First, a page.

The First Five Hours of Thailand’s 12th Coup

A Thai soldier stands guard on Ratchadamnoern Avenue in central Bangkok. Photo by Matthew Richards, Copyright @Demotix (5/22/2014)

A Thai soldier stands guard on Ratchadamnoern Avenue in central Bangkok. Photo by Matthew Richards, Copyright @Demotix (5/22/2014)

Two days after declaring martial law and failing to mediate between rival political forces, the Royal Thai Army has launched a coup in Thailand, suspended the 2007 Constitution (except provisions on the monarchy), seized control of major media stations, and imposed a night time curfew. This is Thailand’s 12th coup; but more than 20 if we include the unsuccessful coup attempts in the past century.

The army said the coup is necessary to restore peace and security in the country after several months of bitter and sometimes violent political conflicts between opposition forces and government supporters.

According to initial reports, the army detained key opposition figures, some Cabinet members, and protest leaders. The rest of the Cabinet are ordered to report to the army at the soonest time possible. Meanwhile, the whereabouts of the caretaker Prime Minister is not known. There is also no news (as of this writing) about the location of former Prime Minister Yingluck Shinawatra.

News channels have ceased operations in the evening and public gatherings of more than 5 people are now banned across the country:

7.46pm: The military has begun taking international news channels off air. BBC and CNN are now unavailable. There has been no notable Internet censorship reported so far. 7.39pm: No public gatherings of more than five people are permitted in Thailand, the army has said.

The army advised the public not to panic.

Instead of news reports, this is what is beamed live on Thai TV channels: the name of the official body created by the army to take over the government:

Earlier, the army took control of 14 TV stations and 2,000 radio stations across the country. After the coup, more soldiers were deployed in the offices of newspapers and other media outfits.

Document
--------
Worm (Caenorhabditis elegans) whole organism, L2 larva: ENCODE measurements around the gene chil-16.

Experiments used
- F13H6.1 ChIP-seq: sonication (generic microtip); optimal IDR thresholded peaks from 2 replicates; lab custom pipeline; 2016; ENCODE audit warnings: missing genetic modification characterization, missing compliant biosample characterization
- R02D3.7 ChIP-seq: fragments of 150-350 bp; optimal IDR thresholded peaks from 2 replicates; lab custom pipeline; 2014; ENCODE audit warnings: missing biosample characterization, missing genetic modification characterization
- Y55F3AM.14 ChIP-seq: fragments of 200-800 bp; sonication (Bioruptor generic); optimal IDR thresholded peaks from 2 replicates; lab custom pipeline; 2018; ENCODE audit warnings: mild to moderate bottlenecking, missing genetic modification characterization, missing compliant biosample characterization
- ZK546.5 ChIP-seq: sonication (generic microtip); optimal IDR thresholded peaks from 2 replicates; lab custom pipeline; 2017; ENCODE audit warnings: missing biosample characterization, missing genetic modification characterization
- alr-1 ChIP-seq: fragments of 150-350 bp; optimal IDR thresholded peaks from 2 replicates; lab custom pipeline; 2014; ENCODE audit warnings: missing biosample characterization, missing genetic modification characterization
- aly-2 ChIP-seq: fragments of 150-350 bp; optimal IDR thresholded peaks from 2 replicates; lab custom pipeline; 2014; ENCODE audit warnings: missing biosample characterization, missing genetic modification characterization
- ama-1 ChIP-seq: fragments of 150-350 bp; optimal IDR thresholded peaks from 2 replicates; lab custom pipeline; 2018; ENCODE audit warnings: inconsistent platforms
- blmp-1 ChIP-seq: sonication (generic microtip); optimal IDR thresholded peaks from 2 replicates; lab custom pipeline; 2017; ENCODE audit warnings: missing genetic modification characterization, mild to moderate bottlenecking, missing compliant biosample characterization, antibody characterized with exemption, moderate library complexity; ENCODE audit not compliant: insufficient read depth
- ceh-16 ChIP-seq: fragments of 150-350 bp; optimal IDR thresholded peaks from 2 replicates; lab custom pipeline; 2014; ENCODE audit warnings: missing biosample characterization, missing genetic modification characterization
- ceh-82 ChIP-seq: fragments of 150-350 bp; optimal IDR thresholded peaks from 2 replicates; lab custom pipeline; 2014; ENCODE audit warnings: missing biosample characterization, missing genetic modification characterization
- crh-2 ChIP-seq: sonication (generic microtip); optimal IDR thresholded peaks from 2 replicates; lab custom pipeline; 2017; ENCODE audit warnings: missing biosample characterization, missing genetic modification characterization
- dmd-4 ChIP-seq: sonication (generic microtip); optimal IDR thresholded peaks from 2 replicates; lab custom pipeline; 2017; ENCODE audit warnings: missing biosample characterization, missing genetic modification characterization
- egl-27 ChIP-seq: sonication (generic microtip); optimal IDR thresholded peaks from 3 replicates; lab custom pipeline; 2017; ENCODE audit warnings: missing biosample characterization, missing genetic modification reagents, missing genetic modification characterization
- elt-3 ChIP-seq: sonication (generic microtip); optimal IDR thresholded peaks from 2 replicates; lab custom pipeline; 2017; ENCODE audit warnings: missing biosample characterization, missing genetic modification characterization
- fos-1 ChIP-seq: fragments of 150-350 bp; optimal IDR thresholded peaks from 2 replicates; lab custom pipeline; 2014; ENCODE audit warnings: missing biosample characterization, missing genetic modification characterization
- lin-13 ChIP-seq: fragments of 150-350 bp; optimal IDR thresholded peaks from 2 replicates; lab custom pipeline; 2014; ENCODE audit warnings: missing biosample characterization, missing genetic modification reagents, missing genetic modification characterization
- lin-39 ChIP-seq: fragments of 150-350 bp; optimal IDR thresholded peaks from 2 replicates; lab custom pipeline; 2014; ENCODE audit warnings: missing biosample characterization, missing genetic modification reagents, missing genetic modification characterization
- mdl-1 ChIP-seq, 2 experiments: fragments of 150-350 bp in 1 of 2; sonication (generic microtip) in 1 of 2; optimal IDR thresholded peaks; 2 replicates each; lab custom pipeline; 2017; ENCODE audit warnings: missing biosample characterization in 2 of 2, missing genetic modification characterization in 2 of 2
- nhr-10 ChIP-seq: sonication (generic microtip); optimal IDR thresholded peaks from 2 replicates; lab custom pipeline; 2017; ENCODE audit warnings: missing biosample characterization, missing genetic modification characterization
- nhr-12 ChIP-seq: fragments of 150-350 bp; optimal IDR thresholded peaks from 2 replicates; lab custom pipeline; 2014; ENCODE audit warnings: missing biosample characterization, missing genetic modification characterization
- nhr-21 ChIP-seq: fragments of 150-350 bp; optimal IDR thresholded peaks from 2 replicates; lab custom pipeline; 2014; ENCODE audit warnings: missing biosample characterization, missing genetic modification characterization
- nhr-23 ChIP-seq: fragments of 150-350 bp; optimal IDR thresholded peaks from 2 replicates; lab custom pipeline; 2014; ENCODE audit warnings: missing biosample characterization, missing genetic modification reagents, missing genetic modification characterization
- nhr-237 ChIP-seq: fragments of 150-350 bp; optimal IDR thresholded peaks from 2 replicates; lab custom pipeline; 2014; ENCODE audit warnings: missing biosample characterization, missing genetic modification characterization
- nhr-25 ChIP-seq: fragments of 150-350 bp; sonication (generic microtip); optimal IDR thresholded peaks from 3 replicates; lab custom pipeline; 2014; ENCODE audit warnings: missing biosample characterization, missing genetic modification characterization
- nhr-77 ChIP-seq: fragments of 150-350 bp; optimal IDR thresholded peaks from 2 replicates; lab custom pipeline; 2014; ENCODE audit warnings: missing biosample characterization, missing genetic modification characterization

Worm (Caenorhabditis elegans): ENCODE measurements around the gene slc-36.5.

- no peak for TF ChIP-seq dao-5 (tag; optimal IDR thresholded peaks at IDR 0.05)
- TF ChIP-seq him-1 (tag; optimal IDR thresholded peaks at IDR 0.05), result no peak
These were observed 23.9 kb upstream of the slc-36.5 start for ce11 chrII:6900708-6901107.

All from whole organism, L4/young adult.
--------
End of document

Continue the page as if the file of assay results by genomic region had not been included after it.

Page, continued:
Even online media has been targeted by the army. So far, six “inappropriate” websites have been blocked already. But authorities insisted that this is not censorship:

This is to ask for cooperation in monitoring content which may affect peace and order. THIS IS NOT CENSORSHIP AT ALL, but a blockade only of content or websites which may contravene public morals and cause conflict and unrest and a threat to national security.

TV stations are also prohibited from broadcasting on YouTube:

Prachatai, an independent media site, displays a banner opposing the coup

Prachatai, an independent media site, displays a banner opposing the coup

Soldiers were deployed in the streets to maintain order. This photo shows soldiers blocking a road near the U.S. Embassy

The army showed proof of high caliber weapons seized from elements who wanted to create mayhem in the country:

Learning about the 10:00pm curfew, many Thais rushed to go home to avoid being penalized

traffic jams all over Bangkok

To comply with the curfew, train service closed early as well:

21.05 time's up!! BTS sky train no longer in service

And many Thais realized that the coup was real when even the popular 7-11 shops announced the closing of operations starting at 10:00pm.

There will be no school in the next few days. Aside from night shift workers, especially hospital workers, those who are going to the airport are exempted from the curfew. The airport has provided space for tourists who wish to sleep or rest inside the airport:

There were rumors that Internet will be disrupted but it didn't happen. Hopefully, Internet connection will remain because it is the only available public tool for information sharing and news reporting about the situation in Thailand. The army is sure to antagonize many Thais if it will cut-off the Internet. See this warning from a Thai netizen:

“You can do whatever you want, just don’t cut my internet.”

The Twitter hashtag #ThaiCoup is useful to monitor the events in the country.


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